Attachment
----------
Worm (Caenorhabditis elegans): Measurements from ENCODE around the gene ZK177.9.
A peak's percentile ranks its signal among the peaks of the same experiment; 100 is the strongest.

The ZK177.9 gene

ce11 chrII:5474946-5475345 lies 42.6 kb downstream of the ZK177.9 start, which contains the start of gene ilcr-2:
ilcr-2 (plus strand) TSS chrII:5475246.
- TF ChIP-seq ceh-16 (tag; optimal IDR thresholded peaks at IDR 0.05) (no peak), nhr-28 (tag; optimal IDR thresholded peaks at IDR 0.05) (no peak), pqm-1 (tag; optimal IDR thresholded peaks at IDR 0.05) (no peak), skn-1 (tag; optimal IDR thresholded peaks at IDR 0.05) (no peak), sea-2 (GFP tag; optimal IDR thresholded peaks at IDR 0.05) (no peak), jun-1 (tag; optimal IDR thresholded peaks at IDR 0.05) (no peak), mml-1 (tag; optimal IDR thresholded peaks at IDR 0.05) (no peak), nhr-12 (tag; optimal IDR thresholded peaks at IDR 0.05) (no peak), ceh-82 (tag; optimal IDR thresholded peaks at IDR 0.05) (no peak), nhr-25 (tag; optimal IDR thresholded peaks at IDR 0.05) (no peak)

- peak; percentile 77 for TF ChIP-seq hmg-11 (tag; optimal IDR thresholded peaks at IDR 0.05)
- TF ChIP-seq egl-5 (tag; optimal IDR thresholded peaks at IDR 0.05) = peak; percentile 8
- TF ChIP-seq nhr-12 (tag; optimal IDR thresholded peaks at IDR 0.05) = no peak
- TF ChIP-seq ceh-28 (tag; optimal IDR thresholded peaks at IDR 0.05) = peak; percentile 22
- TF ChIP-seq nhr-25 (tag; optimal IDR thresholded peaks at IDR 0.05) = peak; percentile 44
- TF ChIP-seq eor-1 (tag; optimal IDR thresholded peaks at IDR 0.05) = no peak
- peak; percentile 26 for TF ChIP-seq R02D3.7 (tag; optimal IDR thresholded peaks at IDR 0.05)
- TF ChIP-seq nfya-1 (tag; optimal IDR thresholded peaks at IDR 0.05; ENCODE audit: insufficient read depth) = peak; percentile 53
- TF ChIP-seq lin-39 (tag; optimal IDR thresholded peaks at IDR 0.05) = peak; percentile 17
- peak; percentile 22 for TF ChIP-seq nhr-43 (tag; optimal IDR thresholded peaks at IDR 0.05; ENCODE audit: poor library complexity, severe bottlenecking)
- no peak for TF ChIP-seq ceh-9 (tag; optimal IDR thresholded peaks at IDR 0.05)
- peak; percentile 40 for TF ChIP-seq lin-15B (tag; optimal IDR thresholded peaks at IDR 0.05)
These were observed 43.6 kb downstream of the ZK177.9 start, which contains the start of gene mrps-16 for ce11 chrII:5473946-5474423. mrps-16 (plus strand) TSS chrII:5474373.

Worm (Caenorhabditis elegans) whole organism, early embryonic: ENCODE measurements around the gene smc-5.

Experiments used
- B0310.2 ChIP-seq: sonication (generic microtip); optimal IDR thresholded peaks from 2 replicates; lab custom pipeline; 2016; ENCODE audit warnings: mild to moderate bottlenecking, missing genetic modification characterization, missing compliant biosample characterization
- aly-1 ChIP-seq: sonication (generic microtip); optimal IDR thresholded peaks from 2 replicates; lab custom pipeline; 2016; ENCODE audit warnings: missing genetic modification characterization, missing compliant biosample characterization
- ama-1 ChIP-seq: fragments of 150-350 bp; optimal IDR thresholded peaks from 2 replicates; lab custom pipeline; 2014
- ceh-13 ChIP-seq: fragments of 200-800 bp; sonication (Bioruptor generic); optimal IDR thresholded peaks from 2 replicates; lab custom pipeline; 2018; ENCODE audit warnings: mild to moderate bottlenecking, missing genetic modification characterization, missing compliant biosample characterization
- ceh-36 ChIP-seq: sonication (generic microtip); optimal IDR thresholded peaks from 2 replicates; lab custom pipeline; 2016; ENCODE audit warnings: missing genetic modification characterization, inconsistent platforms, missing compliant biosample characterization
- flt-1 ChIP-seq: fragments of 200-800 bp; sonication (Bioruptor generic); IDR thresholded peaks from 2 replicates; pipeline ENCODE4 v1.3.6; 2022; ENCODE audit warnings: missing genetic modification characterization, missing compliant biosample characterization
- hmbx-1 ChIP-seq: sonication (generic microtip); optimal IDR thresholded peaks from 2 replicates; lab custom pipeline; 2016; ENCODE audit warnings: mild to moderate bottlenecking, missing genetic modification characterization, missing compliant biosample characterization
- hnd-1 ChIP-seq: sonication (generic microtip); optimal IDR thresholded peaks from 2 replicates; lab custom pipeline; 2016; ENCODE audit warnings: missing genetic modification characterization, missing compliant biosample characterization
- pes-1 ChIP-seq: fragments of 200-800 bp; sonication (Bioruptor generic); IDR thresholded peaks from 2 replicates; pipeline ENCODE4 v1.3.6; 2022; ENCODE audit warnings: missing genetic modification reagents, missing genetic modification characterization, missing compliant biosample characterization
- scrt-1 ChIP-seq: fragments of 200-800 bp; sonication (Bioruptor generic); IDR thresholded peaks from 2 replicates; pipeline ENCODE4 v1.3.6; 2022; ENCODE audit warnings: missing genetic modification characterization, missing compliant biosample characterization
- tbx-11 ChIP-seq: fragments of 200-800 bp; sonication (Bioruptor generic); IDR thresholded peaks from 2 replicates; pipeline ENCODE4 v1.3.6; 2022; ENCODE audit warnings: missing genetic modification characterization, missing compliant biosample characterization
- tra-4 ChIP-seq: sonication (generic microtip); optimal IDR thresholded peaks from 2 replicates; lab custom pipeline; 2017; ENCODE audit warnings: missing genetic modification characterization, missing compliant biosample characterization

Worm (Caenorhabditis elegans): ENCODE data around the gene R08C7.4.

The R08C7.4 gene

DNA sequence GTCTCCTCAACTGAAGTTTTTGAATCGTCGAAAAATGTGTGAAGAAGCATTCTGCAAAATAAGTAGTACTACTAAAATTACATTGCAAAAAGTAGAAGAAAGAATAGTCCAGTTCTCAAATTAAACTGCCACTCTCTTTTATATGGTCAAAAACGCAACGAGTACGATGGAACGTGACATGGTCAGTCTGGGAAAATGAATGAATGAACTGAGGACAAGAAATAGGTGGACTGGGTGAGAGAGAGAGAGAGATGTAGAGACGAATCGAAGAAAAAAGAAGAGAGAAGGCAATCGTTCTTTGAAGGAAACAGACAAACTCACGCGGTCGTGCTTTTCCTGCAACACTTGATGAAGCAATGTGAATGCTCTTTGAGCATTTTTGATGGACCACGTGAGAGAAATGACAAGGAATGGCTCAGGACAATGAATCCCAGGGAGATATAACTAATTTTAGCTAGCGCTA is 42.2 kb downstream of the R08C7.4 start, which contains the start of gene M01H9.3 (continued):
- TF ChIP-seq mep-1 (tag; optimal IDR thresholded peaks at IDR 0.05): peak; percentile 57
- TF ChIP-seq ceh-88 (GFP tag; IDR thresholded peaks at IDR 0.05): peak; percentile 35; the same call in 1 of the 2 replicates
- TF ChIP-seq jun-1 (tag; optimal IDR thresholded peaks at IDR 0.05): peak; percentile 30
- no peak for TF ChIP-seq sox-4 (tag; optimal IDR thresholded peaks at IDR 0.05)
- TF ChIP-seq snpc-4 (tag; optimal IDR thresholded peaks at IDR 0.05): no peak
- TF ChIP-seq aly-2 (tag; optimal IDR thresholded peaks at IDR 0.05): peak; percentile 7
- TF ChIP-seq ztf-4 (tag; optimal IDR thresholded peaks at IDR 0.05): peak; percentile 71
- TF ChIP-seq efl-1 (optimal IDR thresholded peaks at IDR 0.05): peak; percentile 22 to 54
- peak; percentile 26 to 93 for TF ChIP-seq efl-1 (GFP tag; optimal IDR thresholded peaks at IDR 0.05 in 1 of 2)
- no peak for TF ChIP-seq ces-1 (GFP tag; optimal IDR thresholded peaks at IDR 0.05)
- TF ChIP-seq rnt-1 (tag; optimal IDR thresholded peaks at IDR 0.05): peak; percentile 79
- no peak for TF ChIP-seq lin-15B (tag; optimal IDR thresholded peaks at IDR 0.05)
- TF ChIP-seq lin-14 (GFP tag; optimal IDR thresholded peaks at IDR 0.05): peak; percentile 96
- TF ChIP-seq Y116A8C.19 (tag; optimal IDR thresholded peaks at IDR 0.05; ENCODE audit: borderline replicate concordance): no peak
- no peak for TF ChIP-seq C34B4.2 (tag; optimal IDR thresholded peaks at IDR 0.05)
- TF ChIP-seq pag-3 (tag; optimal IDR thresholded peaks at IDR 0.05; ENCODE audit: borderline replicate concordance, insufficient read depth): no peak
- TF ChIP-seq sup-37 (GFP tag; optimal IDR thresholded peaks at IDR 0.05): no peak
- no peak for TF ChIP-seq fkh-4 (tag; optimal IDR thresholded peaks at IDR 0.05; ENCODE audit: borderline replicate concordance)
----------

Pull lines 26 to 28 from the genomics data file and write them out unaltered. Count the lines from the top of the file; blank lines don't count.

- ceh-36 ChIP-seq: sonication (generic microtip); optimal IDR thresholded peaks from 2 replicates; lab custom pipeline; 2016; ENCODE audit warnings: missing genetic modification characterization, inconsistent platforms, missing compliant biosample characterization
- flt-1 ChIP-seq: fragments of 200-800 bp; sonication (Bioruptor generic); IDR thresholded peaks from 2 replicates; pipeline ENCODE4 v1.3.6; 2022; ENCODE audit warnings: missing genetic modification characterization, missing compliant biosample characterization
- hmbx-1 ChIP-seq: sonication (generic microtip); optimal IDR thresholded peaks from 2 replicates; lab custom pipeline; 2016; ENCODE audit warnings: mild to moderate bottlenecking, missing genetic modification characterization, missing compliant biosample characterization